Acts 4: 8-12; IJn 3: 1-2; John 10: 11-18
Every year on the Fourth Sunday of Easter we hear from the tenth chapter of John’s Gospel and his account of the the Good Shepherd, on what we call, Good Shepherd Sunday. Yet, for what we know of this image, which is probably the most prevalent in all of Scripture, it often seems to stand at odds with Jesus and even the words, good and shepherd seem to be more in conflict than anything. However, Jesus manages to pull together these seemingly opposing opposites and identifies himself as the Good Shepherd.
In the gospels, when Jesus is confronted by the rich young man he even questions him in calling him good. His reply is, “God alone is good.” And the shepherds, well, we know how unfaithful they have often been from David right on down to the shepherds who become the chosen ones of the incarnation that we hear at Christmas, because they are seen as suspicious, dangerous, involved in risky business, at times thieves, and even to this day, some who live in isolation from the rest of the community because of how they have been labeled and looked down upon and so often living down to that level.
Yet, Jesus says I am the good shepherd. Jesus manages to reconcile the good and the shepherd of our own humanity, and through the Crucified Christ now raised from the dead, is salvation, the kingdom, brought to fruition in the life of the community. It’s the debate that Peter finds himself in today. Now this is nothing new for Peter. He’s been in this situation before when him and the other disciples question Jesus in the gospels about those who are being healed by others than the “chosen” ones. Now he’s in a different position. Now he knows in his very being, Christ crucified, now raised from the dead, as more than just an event but a reality in his life and that of the community. He pretty much tells them the details of the healing of the crippled man really don’t matter. How it happened or what took place. What matters is that he was healed and can now be with the community in the fullness. It was and is through the power of the Crucified One now raised that we believe he has been healed. As a matter of fact, it is only through Christ that we seek and find healing, forgiveness, reconciliation. The Christ goes to the place where we have been isolated. Christ goes to the place where there has been hurting. Christ comes into the world and appears to the least, the shepherds in the fields, to offer a message of hope in the midst of the their lives.
But Peter had another issue to deal with and one we deal with in our own society and culture. He emphasizes that salvation and the breaking in of the kingdom comes in and through Christ. Yet, so often they were led to believe that it came through the Emperor or the political leaders of their day. We know from Herod that it was more out of fear that leaders often rally the troops. If we wait for leaders to bring healing, forgiveness, and reconciliation, we will be waiting for quite some time.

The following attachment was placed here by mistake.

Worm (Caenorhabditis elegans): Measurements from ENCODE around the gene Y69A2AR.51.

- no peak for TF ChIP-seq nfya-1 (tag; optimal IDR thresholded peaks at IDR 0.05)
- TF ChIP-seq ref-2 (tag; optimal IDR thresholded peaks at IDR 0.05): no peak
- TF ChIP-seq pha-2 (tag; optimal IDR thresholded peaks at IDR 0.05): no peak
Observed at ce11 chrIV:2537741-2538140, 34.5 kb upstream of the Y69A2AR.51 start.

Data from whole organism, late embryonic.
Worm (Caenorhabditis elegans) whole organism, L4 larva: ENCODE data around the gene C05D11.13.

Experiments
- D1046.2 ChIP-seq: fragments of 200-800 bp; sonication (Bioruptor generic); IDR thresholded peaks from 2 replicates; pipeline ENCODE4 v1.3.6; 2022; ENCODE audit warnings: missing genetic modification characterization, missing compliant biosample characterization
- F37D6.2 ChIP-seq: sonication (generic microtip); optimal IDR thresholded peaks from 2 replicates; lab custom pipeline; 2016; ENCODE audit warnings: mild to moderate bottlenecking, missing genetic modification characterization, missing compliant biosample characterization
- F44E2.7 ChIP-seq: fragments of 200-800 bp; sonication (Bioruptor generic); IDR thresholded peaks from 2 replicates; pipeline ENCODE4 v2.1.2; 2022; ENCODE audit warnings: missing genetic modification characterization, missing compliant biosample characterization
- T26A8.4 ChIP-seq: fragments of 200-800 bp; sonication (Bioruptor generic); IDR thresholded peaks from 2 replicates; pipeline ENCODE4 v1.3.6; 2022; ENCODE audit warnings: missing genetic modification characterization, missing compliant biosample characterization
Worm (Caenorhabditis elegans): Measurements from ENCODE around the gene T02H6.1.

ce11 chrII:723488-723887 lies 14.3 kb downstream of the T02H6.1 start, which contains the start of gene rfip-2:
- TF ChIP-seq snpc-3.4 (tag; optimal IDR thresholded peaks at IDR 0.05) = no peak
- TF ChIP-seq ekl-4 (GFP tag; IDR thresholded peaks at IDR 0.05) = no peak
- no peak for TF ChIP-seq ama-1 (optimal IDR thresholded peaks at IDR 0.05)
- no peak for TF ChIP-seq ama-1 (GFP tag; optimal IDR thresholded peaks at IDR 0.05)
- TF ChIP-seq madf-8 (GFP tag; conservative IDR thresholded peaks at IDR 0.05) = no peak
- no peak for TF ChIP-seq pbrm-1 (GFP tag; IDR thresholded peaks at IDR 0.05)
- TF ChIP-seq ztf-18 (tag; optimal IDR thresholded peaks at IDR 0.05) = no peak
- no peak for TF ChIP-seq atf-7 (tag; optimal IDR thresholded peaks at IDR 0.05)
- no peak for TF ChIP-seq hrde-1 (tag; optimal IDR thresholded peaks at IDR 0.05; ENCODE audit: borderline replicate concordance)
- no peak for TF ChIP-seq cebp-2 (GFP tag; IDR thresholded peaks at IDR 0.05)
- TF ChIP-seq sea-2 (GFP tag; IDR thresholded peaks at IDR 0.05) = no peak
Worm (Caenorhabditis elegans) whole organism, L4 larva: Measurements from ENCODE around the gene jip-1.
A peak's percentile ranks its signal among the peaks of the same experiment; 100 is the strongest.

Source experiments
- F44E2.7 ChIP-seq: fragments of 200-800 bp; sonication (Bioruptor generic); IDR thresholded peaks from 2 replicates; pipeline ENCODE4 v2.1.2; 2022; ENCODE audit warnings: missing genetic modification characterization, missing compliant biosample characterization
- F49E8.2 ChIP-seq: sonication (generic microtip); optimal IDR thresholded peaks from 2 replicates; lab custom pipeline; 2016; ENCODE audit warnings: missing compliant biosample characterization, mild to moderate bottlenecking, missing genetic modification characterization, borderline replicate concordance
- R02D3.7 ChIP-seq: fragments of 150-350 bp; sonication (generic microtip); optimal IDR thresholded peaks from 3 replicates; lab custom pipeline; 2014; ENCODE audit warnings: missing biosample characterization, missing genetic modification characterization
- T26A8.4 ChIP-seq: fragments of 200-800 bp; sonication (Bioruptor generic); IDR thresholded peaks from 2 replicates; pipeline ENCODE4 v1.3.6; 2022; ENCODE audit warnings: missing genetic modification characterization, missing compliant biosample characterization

Now we find ourselves as a city facing some deeply-seeded hurting going on these days and for the past weeks and it is us, the believers, as it was in the early community with Peter, who are called to be love to the community and this city. If we reduce everything to politics, we find ourselves in ongoing situations like this one, with hurt leading to more hurt, divisiveness leading to more divisiveness, and trying to prove one’s right and one’s wrong. As it was for Peter, we’re missing the point. We’re missing the point that it is healing that needs to take place. We’re missing the point that it is reconciliation that needs to take place. We’re missing the point that it is forgiveness that needs to take place. It is Christ crucified, now raised from the dead, that comes and brings reconciliation. Christ reconciles the good and the shepherd. It’s Christ that reconciles the shepherd and the sheep. It’s Christ that reconciles the good, the bad, and ugly of our own lives. For it is only in Christ in our own lives, that when healed, we no longer have to respond to violence with more violence, but rather with love. We are God’s children and so we are as John tells us in the Second Reading.
There’s a lot of good in our lives and city, but there’s also, at times, a lot of bad and ugly that takes place. We find ourselves as reactionaries more than responders of love. Christ, the Good Shepherd, comes to the place where we have been and have isolated in our own lives, to love and comfort, to seek out what has been lost and can now be found, just as he did with the shepherds. As we celebrate this Good Shepherd Sunday we gather mindful of the heavy burden of hurt and pain in our lives, our community, our city, and certainly our world. We’re not called to fix and solve. On this Good Shepherd Sunday we are called to reconcile as the Great Reconciler did and continues to do in our lives and world. It doesn’t matter how it happens for this mystery of healing and reconciling is within and yet beyond each of us. We are called to manifest God’s love to our community, city, and world, by being the wounded healers, reconcilers, and forgivers, for it is that that we witness to by our very lives in trusting the Good Shepherd, leading the ewes with care, devotion, and great love.